An icon painted on dried flounder is considered one of the rarest in existence - there aren’t that many left around. Two ended up in the Russian Museum in St. Petersburg in 1906. They were made in the 19th century, using oil paint on either side of the fish. Both icons feature Jesus Christ and the Holy Mother of God.
Committing the images of saints to dried fish was an old Chumak tradition. But why the choice of material? And who were the Chumaks?
Fish is one of the most ancient Christian symbols. The Greek word for — ΙΧΘΥΣ (“ikhtis”) — is an acronym of the Greek phrase “Ἰησοῦς Χριστός, Θεοῦ Υἱός, Σωτήρ” - “Jesus Christ, son of God, savior”. It’s no accident that fish occupies such an important role in Biblical symbolism. Jesus, after all, managed to feed 5,000 people with just two fishes and five pieces of bread, while his apostles, Peter, Andrew and John were fishermen. Jesus himself referred to them as “fishers of men”.
The Last Supper, a fresco in the Dark Church (Cappadocia, Goreme National Park), XIII centuryPublic Domain
The image of a fish with or without the ΙΧΘΥΣ monogram became the visual code for identifying one’s own in the age of Christian persecution at the hands of the Romans in the 2nd-3rd centuries AD. The decree on religious tolerance was signed in the year 313 - all imagery containing Jesus Christ had been strictly banned before then. Nobody had any problem with images of fish, however. And so, if two people met in the street and one drew a curve and another completed it by drawing another underneath - the two recognized each other as adherents of the same faith. The same symbol was used for Christian community meetings and burials.
The Chumaks in Little Russia, 1850-1860, Ivan Aivazovsky / State Russian MuseumPublic Domain
Finally, in order to make their icons, the Chumaks used not only symbolic material, but also one of the most accessible “canvases” in the 19th century - dried fish.
They were a class of people prominent in the 16-19th centuries living in Ukraine and the Russian South, who were in the business of shipping goods. Their prime commodities were fish and salt, although not exclusively. The Chumaks transported their merchandise from the sea to across the country and beyond, using established shipping routes spanning hundreds of kilometers.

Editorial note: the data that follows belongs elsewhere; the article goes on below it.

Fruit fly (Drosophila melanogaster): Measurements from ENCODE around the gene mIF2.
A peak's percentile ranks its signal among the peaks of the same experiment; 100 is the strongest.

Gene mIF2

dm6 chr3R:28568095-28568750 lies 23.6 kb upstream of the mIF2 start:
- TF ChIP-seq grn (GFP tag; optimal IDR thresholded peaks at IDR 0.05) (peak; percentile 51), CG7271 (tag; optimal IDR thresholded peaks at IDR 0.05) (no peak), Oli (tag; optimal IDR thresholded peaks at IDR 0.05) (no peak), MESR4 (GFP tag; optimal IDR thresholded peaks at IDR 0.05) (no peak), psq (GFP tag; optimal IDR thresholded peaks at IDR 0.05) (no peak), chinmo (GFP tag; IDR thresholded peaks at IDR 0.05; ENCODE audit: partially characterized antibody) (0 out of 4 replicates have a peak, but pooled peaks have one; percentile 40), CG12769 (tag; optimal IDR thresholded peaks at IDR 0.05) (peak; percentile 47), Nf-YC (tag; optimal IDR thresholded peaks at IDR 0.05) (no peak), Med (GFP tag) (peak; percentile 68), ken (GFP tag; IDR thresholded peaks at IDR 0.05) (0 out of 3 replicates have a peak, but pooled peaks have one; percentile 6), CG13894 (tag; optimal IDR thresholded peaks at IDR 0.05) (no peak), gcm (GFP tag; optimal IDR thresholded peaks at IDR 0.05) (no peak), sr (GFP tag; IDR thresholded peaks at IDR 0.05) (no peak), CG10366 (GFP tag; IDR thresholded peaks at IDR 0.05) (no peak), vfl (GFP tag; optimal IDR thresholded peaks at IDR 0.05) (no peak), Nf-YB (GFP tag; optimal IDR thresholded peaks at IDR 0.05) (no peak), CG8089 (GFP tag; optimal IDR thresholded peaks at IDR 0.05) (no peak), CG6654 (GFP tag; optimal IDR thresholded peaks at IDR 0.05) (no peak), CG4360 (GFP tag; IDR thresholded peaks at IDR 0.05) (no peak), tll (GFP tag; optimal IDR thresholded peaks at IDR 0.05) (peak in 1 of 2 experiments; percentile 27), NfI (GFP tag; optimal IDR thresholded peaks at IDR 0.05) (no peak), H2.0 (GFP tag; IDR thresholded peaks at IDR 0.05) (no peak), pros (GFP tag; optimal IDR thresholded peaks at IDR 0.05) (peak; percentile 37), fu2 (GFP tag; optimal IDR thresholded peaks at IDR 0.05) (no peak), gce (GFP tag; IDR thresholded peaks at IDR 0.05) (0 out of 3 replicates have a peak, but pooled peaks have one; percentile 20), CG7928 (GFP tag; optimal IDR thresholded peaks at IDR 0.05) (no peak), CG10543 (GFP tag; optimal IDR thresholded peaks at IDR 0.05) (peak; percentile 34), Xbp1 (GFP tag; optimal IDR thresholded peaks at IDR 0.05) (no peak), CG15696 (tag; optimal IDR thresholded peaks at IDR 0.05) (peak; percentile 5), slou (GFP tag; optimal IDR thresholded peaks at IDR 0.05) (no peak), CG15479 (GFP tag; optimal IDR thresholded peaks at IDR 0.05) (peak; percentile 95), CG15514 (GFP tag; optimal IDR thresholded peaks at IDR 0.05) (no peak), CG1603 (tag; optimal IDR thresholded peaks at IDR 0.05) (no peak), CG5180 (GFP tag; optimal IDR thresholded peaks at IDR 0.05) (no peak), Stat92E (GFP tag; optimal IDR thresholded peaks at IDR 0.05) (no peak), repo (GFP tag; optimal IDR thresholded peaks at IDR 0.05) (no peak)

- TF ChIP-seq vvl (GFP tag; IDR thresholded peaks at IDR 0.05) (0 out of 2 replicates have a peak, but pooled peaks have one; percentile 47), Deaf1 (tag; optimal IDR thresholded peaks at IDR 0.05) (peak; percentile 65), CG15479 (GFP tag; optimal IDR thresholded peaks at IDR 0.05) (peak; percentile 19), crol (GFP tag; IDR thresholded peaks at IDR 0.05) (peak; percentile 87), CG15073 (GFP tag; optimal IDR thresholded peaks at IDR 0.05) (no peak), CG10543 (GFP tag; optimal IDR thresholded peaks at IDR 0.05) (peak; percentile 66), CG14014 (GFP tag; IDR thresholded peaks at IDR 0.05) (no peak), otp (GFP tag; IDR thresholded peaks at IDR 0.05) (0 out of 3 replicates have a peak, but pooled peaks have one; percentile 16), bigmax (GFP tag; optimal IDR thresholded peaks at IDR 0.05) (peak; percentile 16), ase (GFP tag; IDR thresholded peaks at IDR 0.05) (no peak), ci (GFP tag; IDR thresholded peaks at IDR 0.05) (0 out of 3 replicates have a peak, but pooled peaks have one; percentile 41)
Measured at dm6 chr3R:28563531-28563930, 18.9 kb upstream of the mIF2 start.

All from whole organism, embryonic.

Chumaks on vacation, 1885, Ivan Aivazovsky / National Art Museum of the Republic of BelarusPublic Domain
A typical chumak had several dozen carts and oxen at his disposal. Some entered into cooperation with others, with the subsequent caravan could have numbered up to 100-500 such carts. In the 1840s, there were on average 130,000 tons of merchandise transported from Crimea annually, with about 30,000 Chumaks involved. This also meant that losing an entire shipment would have been a huge risk; and the possibility of that happening did indeed exist: the caravans came under frequent attack from various bandits, seeking to get their hands on some valuable booty. This meant that the Chumak caravans would often hire muscle in the form of convoys to act as an escort and security. And, for the journey to be less risky, they’d bring amulets for protection - icons made with dry fish. They were hung inside the carriages (a bit like religious symbols hanging from the rear view mirror in cars today) and the Chumaks would also give charity to monasteries in the form of salt - a valuable commodity in those days.
Chumatsky Trakt in Mariupol, 1875, Arkhip Kuindzhi / State Tretyakov GalleryPublic Domain
Fish icons began to be phased out together with the Chumak trading guild, when the age of the railroad came knocking, making that type of business obsolete. Chumaks, for their part, remained only on the canvases of famous Russian artists, such as Arkhip Kuindzhi, Ivan Ayvazovsky, Aleksey Savrasov and so on.
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